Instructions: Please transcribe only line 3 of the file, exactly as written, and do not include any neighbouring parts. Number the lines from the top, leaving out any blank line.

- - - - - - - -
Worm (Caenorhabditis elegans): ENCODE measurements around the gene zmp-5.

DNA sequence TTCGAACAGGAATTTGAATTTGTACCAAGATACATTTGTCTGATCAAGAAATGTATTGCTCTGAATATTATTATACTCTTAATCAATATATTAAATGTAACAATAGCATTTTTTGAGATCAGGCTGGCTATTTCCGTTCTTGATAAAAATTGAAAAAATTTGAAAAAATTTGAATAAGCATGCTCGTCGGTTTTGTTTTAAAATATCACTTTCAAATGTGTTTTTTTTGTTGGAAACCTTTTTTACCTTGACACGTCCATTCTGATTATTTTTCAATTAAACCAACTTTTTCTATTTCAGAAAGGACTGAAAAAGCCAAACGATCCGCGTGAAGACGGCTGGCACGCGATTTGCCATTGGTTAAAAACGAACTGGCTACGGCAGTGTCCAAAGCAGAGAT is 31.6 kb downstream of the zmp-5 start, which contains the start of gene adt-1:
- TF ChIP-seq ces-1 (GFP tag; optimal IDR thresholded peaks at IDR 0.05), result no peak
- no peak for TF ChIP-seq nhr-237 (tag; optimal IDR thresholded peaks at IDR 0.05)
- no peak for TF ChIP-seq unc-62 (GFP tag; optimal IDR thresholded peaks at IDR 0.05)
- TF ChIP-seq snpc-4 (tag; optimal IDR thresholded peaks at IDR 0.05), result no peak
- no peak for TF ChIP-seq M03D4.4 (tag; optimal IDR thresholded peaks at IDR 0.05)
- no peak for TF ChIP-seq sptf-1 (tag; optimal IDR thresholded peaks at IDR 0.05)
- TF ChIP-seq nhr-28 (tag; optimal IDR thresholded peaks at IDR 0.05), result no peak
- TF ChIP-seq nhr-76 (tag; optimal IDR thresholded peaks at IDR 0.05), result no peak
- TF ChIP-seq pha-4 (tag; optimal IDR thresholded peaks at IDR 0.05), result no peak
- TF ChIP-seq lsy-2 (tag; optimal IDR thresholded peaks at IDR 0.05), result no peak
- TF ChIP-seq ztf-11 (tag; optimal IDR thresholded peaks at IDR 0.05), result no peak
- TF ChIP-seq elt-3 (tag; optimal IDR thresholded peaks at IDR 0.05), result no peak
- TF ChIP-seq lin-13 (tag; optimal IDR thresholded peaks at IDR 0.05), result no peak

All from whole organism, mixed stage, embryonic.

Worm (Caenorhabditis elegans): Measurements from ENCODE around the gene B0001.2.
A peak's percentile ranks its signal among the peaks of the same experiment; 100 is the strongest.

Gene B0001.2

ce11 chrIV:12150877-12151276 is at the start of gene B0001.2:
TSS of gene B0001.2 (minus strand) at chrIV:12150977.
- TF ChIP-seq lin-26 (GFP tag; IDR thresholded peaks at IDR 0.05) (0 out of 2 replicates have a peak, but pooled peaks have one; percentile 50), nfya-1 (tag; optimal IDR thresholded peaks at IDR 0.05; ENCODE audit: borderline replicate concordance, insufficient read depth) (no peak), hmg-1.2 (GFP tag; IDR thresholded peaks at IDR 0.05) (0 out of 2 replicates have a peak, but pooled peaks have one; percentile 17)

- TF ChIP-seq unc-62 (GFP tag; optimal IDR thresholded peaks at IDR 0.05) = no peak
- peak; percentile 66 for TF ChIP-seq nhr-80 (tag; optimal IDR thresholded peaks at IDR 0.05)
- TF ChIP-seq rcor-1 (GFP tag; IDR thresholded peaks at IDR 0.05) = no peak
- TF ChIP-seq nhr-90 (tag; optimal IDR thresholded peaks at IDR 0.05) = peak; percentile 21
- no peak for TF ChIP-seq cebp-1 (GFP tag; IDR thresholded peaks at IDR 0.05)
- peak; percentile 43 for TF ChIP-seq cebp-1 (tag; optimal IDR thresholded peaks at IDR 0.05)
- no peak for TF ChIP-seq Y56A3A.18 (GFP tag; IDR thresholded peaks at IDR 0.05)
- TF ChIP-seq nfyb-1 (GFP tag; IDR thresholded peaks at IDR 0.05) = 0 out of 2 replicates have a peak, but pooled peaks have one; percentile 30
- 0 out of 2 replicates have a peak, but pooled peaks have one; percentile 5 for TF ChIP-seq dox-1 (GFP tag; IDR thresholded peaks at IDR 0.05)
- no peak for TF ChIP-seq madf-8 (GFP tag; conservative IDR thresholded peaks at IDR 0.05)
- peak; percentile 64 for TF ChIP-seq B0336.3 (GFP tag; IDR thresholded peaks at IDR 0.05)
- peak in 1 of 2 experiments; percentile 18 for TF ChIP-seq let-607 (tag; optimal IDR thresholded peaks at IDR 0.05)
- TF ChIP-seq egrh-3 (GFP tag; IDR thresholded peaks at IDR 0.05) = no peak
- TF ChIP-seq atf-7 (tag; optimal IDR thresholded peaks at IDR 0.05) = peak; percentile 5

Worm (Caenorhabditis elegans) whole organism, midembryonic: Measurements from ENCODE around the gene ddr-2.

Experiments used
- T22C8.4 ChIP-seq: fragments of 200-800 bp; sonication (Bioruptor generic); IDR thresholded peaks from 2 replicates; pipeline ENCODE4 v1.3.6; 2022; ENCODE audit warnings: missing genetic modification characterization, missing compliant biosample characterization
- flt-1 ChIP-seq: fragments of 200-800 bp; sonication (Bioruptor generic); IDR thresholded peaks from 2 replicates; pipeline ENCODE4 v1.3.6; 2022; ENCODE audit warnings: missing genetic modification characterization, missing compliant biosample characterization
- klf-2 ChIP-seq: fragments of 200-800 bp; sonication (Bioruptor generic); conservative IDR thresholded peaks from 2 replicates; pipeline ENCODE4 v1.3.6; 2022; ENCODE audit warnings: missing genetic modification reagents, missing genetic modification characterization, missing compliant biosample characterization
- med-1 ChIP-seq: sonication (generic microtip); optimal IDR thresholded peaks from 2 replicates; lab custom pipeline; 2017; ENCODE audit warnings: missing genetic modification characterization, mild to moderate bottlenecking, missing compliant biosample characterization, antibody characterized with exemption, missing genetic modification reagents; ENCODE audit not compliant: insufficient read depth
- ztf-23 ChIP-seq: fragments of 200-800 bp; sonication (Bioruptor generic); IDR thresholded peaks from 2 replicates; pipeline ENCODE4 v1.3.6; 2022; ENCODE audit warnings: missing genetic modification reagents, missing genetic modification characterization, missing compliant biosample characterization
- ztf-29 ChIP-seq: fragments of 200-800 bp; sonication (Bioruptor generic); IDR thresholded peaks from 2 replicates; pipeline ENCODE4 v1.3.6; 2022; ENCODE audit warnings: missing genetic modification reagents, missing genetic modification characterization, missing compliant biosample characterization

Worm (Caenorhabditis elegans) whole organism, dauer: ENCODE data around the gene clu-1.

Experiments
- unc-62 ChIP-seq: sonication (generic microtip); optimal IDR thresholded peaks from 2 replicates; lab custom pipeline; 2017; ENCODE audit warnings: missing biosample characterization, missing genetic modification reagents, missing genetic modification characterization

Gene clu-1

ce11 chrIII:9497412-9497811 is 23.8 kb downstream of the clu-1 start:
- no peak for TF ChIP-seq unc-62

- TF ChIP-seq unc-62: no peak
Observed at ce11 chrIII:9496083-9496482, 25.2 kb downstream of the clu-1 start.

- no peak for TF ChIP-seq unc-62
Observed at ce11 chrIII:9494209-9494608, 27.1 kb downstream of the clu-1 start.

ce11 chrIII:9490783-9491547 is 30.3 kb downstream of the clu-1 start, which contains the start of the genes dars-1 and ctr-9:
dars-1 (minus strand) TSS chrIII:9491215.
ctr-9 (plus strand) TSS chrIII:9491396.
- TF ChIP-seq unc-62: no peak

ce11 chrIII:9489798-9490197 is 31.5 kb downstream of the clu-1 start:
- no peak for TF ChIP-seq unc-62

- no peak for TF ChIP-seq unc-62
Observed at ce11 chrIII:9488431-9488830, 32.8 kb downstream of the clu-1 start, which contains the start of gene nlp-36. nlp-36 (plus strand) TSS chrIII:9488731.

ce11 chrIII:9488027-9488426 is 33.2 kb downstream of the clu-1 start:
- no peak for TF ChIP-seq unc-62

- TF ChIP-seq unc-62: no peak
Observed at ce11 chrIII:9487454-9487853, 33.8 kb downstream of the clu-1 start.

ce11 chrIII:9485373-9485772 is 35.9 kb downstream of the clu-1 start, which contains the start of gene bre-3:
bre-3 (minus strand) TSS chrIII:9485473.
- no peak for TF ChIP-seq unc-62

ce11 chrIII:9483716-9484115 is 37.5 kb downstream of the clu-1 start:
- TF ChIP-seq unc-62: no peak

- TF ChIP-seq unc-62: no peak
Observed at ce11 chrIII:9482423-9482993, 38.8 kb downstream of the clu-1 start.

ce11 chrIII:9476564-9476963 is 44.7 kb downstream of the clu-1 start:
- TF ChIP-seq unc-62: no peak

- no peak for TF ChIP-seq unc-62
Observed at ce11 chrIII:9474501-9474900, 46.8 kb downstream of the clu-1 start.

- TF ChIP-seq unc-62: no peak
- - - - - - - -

- TF ChIP-seq ces-1 (GFP tag; optimal IDR thresholded peaks at IDR 0.05), result no peak